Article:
Hastor made no official comment about his tiff with Volkswagen. He rarely appears in public, except for charity events and through his sponsorship of the Sarajevo Film Festival.
Prevent is a conglomeration of auto parts and other businesses. Two of his businesses — seating supplier Car Trim and transmission parts producer ES Automobilguss, both of Wolfsburg, Germany — were directly responsible for the standoff with VW. The German newspaper Sueddeutsche Zeitung quoted ES Automobilguss COO Alexander Gerstung saying, “The way in which VW is treating its suppliers is in no way acceptable and can ruin any small company.”
Cascade of criticism
By Aug. 23, Volkswagen and Prevent had negotiated through their disagreement and resumed normal business. Details of the settlement were undisclosed. Sueddeutsche Zeitung reported that VW had agreed to pay $14.7 million of the disputed amount, according to its sources, and had agreed to continue buying Prevent parts for six years.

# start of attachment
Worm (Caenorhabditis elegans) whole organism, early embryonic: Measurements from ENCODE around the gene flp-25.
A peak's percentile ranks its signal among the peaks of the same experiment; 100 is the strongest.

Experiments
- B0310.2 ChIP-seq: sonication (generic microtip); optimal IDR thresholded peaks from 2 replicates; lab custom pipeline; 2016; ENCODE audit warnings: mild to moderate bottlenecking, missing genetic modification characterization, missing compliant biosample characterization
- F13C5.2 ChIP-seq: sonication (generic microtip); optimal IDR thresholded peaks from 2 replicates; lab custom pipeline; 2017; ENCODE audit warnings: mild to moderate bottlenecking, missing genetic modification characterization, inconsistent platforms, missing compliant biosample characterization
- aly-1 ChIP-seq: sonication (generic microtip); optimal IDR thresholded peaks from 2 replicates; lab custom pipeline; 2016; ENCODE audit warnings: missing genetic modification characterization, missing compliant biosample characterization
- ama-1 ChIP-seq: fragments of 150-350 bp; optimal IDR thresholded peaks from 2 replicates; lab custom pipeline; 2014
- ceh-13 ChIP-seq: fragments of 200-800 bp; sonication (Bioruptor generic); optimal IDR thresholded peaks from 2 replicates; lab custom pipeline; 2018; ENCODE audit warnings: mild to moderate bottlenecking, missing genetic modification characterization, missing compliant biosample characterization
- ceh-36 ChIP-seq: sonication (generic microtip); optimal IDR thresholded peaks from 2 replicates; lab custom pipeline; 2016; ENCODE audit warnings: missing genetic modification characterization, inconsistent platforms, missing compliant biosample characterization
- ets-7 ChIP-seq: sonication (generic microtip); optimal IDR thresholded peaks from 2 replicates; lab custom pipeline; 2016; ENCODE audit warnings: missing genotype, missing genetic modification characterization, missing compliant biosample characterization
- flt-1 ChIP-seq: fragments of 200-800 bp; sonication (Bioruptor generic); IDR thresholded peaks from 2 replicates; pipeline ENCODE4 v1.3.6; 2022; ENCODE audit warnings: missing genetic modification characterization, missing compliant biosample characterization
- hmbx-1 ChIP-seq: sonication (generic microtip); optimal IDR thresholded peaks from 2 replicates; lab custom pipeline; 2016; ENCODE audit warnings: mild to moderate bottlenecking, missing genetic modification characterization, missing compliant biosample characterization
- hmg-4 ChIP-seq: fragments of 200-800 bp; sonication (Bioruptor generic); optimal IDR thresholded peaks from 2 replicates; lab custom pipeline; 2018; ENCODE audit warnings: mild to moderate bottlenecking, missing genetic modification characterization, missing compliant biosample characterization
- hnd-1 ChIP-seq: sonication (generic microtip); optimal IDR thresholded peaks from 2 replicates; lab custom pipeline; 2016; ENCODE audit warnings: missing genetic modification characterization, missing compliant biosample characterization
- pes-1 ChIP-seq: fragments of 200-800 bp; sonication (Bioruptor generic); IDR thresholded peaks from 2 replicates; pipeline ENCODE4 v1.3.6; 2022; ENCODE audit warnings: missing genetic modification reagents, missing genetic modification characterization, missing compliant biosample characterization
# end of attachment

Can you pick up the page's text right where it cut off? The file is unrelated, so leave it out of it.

But now emerging from the smoke is the rare sight of a supplier that was unwilling to acquiesce to a powerful customer.
Stefan Bratzel, director of the Center of Automotive Management at the University of Applied Sciences in Bergisch Gladbach, Germany, told the Bloomberg news service that Hastor’s actions look like suicide.
“It will be difficult for them to compete in the next few years, at least with the same management,” Bratzel speculated.